Hosted Key System Functionality from Packet8

Key Telephone Systems (known by insiders as KTS) have been the mainstay of small businesses for over half a century.

Key systems featured direct connections to the telco for dialtone, and shared line appearances in the office. That is, incoming calls ring every phone in the shop and anyone can answer, put a caller on hold, and use the intercom to tell Bob to “Pick up on 3; it’s your wife.”

Practically anyone who’s worked in a small office understands this system, and many hold them in high esteem. Fortunate for key system aficionados, Packet8 Hosted Key System, a phone system that looks and acts like an old-time key system is now available from hosted PBX service provider 8×8 Inc.

Piggybacked onto the announcement of Hosted Key System service was the introduction of a new line of IP phones, the Packet8 675xi series, developed by technology partner Aastra Telecom. (For what it’s worth, the three models—the entry-level 6753i, mid-range 6755i, and executive-class 6757i CT, with its auxiliary wireless DECT handset—look on the outside very much like Aastra’s own-branded 53i, 55i, and 57i CT.)

The definitive feature of these phones is the ability to support up to nine simultaneous calls, giving the Packet8 Key System nine-line capacity.

The 675xi series phones can all display and search numbers in a corporate contact directory (included in the service), and they all support power over Ethernet (PoE) so they don’t require a separate power connection.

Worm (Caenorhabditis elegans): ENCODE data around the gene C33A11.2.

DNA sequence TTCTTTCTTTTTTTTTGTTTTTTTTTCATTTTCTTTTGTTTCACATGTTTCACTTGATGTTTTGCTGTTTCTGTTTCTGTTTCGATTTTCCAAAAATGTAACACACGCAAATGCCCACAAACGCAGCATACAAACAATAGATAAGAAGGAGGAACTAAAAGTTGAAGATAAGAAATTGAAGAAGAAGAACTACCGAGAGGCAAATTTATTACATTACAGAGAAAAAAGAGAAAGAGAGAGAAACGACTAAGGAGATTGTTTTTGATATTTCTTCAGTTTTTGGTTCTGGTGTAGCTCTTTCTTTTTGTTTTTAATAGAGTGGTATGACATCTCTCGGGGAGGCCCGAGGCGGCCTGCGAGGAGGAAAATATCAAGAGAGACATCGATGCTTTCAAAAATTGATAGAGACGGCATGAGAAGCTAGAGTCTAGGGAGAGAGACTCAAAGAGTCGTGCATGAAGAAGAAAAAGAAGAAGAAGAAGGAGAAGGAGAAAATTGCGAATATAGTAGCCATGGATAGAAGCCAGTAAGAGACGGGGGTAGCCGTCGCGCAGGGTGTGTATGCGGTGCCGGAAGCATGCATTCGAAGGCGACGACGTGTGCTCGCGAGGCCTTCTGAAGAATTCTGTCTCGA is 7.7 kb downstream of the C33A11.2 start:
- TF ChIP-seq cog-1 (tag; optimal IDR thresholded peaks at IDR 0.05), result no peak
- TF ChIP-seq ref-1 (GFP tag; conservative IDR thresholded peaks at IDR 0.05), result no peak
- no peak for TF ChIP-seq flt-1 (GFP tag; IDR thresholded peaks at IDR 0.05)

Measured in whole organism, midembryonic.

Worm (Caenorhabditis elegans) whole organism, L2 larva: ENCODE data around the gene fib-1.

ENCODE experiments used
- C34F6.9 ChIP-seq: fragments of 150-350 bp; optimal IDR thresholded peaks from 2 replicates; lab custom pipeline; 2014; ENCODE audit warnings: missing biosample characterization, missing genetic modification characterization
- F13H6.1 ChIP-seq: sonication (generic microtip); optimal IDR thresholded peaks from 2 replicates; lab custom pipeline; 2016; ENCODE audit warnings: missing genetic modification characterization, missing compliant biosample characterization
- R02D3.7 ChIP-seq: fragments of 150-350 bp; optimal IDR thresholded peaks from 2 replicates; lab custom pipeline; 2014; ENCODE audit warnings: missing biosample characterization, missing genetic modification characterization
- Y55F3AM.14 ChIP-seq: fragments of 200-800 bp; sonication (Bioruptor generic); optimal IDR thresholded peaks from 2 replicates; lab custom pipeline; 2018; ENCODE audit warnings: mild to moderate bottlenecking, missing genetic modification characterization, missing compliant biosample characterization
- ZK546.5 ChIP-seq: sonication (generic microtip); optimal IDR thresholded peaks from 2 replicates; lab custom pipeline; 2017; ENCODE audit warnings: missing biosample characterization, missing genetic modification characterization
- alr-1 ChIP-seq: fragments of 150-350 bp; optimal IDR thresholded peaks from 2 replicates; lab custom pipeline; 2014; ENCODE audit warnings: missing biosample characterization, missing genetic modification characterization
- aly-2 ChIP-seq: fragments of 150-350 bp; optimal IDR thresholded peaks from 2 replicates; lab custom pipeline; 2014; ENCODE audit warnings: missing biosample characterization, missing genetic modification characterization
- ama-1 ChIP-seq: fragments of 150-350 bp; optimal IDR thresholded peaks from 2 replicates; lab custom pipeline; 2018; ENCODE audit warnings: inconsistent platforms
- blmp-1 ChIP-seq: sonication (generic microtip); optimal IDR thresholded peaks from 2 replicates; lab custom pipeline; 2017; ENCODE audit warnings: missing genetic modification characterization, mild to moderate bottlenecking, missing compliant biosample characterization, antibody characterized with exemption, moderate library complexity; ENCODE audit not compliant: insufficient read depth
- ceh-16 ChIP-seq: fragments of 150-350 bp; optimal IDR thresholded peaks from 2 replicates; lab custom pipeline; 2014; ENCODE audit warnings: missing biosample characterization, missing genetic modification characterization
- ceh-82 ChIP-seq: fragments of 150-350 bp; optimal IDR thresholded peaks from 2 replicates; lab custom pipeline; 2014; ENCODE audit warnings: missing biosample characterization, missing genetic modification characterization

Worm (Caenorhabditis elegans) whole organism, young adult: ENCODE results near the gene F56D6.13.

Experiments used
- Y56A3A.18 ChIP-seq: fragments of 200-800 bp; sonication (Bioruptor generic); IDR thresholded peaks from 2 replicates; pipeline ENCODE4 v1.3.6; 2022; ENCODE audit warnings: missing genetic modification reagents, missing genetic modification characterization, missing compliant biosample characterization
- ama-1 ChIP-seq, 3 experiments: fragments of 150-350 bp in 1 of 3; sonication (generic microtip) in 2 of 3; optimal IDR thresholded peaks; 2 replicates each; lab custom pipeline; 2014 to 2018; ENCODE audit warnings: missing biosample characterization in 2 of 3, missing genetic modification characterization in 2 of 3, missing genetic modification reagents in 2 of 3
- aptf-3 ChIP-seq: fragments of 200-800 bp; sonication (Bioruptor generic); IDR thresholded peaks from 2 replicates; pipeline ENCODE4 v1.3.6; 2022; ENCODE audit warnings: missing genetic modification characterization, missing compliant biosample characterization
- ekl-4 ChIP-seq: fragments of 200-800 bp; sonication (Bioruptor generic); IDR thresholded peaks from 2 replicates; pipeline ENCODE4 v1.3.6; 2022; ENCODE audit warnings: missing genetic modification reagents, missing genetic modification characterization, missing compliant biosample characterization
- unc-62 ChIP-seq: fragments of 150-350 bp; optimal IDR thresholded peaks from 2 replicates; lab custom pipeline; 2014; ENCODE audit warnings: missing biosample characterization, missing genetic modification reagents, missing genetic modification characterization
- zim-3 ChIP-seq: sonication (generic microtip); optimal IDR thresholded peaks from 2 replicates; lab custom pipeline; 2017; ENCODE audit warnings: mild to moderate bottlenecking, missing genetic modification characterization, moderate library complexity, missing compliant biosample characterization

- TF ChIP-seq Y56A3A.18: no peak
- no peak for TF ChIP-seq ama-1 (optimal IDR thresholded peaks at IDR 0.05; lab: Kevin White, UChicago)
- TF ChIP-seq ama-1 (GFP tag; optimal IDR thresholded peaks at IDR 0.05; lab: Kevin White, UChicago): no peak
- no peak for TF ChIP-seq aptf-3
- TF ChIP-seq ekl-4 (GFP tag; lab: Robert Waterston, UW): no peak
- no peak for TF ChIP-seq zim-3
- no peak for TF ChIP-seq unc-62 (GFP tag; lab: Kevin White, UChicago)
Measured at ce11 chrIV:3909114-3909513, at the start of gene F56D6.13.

According to 8×8 vice president of sales and marketing, Huw Reese, cost savings and familiarity are the big selling points for the new service. “Our new line of IP phones has enabled us to deploy one of the first hosted key system services in the world, enabling businesses to benefit from the lower costs associated with VoIP while maintaining the familiar key system feature set they are used to,” he said.

But there’s at least one more significant advantage of 8×8’s hosted service: With Packet8, the phones don’t have to be in the same office. Not only can they occupy separate locations, you can unplug them and move them around—wherever—and they still function as part of the virtual key system.

There’s nothing like having the best of the old and the best of the new.

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